In a method aspect of the invention, the multichip assembly is created by first providing a semiconductor wafer that has an array of mother dice. Then, flipchips are electrically connected to the wafer. Next, the wafer is singulated to create individual chip stacks. The chip stacks are then electrically connected to contacts on a leadframe panel. Next, encapsulant is added to the chip stack and leadframe panel such that encapsulant does exceed the height of the chip stack. Finally the encapsulated chip stack and leadframe panel is singulated to create individual multichip assemblies.
The invention may best be understood by reference to the following description taken in conjunction with the accompanying drawings in which:
In the following description, numerous specific details are set forth to provide a thorough understanding of the present invention. It will be apparent, however, to one skilled in the art that the present invention may be practiced without some or all of these specific details. In other instances, well known process steps have not been described in detail in order to avoid unnecessarily obscuring the present invention.
The present invention generally allows for very thin multichip assemblies. Generally, a flipchip is first attached to a mother die so that only the mother die needs to be electrically connected with the package contacts. When the mother die is connected to the package contacts, the back of the flip chip is typically higher than the electrical connections. Since the encapsulant only needs to be high enough to fully encapsulate the means for electrical connection (e.g., gold wire bonds), the encapsulant does not need to cover the flip chip. Accordingly, the back of the flip chip can be exposed. Furthermore, if a temporary tape substrate is used with a leadframe panel that does not have a die attach pad, the package can be even thinner. Once the temporary tape substrate is removed, both the back of the flipchip and the back of the mother die will be exposed from the encapsulant.
Common conductive bumps include solder bumps, plated bumps, stud bumps and adhesive bumps. The conductive bumps not only provide an electrically conductive path from the flipchip to the substrate, but can also provide thermally conductive paths to carry heat from the flipchip to the substrate and act as part of the mechanical mounting of the flipchip to the substrate.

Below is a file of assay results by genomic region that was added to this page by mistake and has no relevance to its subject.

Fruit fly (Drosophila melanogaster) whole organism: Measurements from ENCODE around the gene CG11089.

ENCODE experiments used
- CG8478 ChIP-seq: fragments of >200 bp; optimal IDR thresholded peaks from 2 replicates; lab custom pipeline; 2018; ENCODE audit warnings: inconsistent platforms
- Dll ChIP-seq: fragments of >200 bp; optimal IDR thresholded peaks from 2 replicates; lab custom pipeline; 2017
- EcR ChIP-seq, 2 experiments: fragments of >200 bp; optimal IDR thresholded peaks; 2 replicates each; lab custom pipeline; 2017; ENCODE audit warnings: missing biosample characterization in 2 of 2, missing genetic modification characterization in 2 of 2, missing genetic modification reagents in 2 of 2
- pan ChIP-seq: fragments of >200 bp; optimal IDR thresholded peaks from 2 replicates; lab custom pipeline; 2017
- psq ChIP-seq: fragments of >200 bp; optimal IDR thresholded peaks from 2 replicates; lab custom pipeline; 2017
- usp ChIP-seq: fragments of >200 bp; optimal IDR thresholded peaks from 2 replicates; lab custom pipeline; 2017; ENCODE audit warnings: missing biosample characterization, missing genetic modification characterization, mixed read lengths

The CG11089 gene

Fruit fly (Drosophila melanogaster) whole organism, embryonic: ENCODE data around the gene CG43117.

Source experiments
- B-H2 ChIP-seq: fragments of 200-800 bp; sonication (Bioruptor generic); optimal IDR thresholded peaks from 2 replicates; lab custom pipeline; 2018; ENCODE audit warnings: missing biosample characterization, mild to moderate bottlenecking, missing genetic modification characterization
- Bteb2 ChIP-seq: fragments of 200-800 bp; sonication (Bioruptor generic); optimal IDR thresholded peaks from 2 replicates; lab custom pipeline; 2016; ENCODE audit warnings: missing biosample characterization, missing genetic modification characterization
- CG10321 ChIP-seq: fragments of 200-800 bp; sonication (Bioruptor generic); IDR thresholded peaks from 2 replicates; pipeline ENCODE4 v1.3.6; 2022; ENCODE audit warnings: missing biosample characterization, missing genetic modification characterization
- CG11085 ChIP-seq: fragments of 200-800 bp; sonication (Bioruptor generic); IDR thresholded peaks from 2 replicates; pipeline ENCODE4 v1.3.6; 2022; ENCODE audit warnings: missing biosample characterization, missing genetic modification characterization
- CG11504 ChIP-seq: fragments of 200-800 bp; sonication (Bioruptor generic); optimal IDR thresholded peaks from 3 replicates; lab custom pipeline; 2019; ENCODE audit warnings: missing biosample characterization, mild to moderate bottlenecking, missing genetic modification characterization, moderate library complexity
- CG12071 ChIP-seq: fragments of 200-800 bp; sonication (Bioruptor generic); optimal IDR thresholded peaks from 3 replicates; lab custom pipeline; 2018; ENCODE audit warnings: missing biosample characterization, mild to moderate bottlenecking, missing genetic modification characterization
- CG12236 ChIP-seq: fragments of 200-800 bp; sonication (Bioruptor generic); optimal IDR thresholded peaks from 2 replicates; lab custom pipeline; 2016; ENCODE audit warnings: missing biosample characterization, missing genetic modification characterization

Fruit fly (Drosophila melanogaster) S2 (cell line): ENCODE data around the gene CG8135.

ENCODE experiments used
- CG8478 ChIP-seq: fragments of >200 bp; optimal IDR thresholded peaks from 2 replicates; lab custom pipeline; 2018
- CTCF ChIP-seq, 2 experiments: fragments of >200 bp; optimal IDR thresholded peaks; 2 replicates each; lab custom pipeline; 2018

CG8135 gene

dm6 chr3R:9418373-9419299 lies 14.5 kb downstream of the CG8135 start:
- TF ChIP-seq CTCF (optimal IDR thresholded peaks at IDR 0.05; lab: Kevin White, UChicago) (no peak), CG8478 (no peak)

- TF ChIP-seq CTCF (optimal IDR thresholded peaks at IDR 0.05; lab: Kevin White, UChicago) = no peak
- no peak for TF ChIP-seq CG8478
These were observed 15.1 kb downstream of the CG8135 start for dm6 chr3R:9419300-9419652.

One of the benefits to using a flipchip assembly is that most of the processing can be completed on the wafer level.
It should be noted that in the illustrated wafer 300, only a relatively small number of dice are shown. However, as will be appreciated by those skilled in the art, state of the art wafers typically include hundreds or thousands of dice on a single wafer.
Once singulated, the chip stacks 810 are packaged.
Once the entire leadframe panel 900 is populated with chip stacks, the mother chips are electrically connected to the contacts 920.
If the gold wire bonds 1105 do not extend beyond the height of the flipchip 305, the encapsulant 1205 does not need to be filled beyond the height of the flipchip 305. Therefore, the back of the flipchip 305 can be either completely or partially exposed.
The final multichip assembly 1305 of
Although illustrative embodiments and applications of this invention are shown and described herein, many variations and modifications are possible which remain within the concept, scope, and spirit of the invention, and these variations would become clear to those of ordinary skill in the art. For example, the chips can be individually molded and mechanically singulated. Also, in certain applications it might be beneficial to use well known modifications, such as a clear mold compound as the encapsulant for imaging applications or back-coating the exposed dice in order to prevent light from interfering with the circuitry. Accordingly, the present embodiments are to be considered as illustrative and not restrictive, and the invention is not to be limited to the details given herein, but may be modified within the scope and equivalents of the appended claims.